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Looking to purchase 16 passion. Just worried that they are doing away with the gasser. Will it be hard to get repair parts and service in the near future? Thanks
 

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Manufacturers are required by law to provide parts for a minimum of 10 years. Daimler has one of the better track records regarding parts availability, providing parts often for many years. We won’t know for certain until time passes. I have a 2016 Passion and am not concerned. I still easily find parts for my 1977 and 1990 Benz sedans.
 

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Manufacturers are required by law to provide parts for a minimum of 10 years. Daimler has one of the better track records regarding parts availability, providing parts often for many years. We won’t know for certain until time passes. I have a 2016 Passion and am not concerned. I still easily find parts for my 1977 and 1990 Benz sedans.
Myth: 10 year parts law?
OliverB
While you can still find parts for your cars. I have tried my best "Googlefu" and can find the Printed Law requiring manufacturers to provide parts for a minimum of 10 years. Perhaps you can provide a link. The only thing I can find is the following.

Orphan Cars And The 10 Year Parts Myth. I believe our ICE smarts are now Orphans.
By Bozi Tatarevic on July 17, 2015

Every automotive enthusiast has an opinion when it comes to car buying and many are quick to point to an orphan car for a good deal. While some orphan cars are a bargain for their genre, maintaining some of them can be an exercise in futility. Internet commenters and forum aficionados are quick to defend their recommendations and point to some parts law that supposedly forces manufacturers to provide parts for 10 or 20 years after they kill a model, but no such law exists. While there are laws like the Magnuson-Moss Warranty Act that provide some protection in certain situations, it’s nowhere near the 10-year mark.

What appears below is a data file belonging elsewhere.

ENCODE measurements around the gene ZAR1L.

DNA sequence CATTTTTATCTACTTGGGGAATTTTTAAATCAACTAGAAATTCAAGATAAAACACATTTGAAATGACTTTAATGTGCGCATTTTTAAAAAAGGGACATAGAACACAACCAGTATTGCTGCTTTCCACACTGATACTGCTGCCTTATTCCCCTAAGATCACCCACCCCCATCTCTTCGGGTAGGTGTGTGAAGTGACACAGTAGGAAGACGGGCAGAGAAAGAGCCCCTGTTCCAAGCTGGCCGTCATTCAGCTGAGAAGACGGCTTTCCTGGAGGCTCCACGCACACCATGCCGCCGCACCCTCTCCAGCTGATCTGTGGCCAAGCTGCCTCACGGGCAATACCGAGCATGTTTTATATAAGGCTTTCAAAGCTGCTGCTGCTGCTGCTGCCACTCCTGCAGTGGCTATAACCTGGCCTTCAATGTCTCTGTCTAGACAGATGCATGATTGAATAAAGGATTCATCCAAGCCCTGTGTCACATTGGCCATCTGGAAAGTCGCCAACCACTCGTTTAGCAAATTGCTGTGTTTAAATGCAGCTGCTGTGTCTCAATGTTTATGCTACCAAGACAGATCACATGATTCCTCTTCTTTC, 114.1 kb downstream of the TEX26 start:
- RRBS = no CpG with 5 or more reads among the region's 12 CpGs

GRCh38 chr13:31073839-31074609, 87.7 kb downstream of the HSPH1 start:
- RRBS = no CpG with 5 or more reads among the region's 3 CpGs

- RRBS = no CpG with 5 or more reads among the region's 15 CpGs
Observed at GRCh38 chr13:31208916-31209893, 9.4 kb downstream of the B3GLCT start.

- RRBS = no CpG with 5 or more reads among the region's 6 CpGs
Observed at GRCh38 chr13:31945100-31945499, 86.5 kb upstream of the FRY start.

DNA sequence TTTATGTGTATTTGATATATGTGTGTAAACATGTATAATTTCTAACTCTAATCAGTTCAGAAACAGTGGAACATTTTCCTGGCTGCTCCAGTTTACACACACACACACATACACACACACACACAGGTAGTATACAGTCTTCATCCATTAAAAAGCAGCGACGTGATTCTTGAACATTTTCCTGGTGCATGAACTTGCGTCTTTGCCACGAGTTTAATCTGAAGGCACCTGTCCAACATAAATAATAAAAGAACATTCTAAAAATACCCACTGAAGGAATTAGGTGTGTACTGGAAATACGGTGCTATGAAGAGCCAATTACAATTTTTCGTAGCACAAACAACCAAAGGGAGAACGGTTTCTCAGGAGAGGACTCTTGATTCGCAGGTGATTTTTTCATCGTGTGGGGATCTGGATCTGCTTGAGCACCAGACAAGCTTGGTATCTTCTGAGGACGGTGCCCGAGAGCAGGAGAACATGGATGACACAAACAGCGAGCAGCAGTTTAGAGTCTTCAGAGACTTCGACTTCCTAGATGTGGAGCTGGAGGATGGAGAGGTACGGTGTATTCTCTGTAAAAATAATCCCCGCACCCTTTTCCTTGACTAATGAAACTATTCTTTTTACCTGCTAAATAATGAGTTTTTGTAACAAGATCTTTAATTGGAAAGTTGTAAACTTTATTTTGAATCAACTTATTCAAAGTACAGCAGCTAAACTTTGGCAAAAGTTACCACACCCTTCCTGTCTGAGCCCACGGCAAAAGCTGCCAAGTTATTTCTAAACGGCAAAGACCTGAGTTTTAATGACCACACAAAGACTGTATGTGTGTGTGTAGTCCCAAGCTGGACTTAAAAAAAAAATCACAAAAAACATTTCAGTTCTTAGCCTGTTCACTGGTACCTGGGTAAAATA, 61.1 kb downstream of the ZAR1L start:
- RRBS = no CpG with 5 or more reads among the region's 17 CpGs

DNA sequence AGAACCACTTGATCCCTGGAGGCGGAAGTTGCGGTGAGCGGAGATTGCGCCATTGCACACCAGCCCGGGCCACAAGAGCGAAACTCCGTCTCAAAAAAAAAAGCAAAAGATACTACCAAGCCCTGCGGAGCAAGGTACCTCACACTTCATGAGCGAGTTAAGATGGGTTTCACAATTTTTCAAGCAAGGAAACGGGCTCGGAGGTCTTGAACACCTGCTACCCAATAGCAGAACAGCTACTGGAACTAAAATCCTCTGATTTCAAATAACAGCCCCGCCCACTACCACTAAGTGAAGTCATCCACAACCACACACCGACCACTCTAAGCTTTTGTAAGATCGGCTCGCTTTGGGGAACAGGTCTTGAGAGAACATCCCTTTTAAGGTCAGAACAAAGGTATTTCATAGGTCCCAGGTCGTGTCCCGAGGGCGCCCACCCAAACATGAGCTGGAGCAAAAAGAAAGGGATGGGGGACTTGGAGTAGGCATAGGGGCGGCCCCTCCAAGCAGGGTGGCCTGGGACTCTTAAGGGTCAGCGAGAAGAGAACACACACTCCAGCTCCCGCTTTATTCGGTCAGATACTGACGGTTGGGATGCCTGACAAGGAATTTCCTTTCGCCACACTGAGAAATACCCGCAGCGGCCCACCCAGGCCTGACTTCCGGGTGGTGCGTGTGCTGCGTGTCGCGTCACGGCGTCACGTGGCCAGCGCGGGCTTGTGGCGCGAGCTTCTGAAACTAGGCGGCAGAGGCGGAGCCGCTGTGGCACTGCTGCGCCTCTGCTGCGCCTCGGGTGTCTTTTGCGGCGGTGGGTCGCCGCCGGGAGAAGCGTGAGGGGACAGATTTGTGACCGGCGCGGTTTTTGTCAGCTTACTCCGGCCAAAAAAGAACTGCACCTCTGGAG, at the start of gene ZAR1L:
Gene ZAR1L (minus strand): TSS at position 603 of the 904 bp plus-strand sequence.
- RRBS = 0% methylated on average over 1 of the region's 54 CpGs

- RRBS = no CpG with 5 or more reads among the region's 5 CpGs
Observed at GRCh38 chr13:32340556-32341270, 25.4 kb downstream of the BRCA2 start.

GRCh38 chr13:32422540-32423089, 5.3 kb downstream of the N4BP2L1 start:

According to the FTC, the Magnuson-Moss Warranty Act provides rules on warranties for all consumer products, and in the automotive world it forces automakers that provide warranties to produce parts for the term of the vehicle warranty. In some cases this can be as short as 3 years after the sale of the last model. Once that term is up, they do not have any further obligations to the consumer. The entity providing the warranty can also choose to stop manufacturing parts before the warranty expires, but in that case they may be liable to replace the product or provide a refund.

The other piece of the warranty puzzle is emissions coverage that is mandated by the EPA that provides for 2 years of coverage for any emissions performance issues and 8 years of coverage for any defect related to the emissions system. While this coverage is notably longer than the usual powertrain warranty, it does not necessitate that the manufacturer must provide parts or service. It only states that they must cover the cost of any required repair.
 

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Be it myth or fact I really can’t say. For the past 50-60 years I have heard it said about the 10 year requirement. Personally, I think the concern about parts support going into the future is much ado about nothing. Any model auto that has had its production run ceased could also be called an orphan. I stand by my belief that Daimler won’t abandon world wide parts support for the smart - including those in the U.S. Yes, the number of Mercedes dealers servicing the car may be very small in number but there will always be independents to fill in. For my 29 year old Benz and my 42 year old Benz I can still source just about any part needed, either through the dealer network or through independent sources. A couple years ago I replaced the exhaust system on my ‘77. Of course the parts weren’t in stock in the U.S. warehouse but the dealer sourced them without difficulty directly from Germany. And my model of the W123 was only offered for 2 years in the states.
 

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Remember - even though the ICE models are no longer sold here, they are still being sold in other areas of the world.


The 'advantages' of the global economy and the internet provide a parts source. Lots of web vendors in England and Germany.


-Barry-
 
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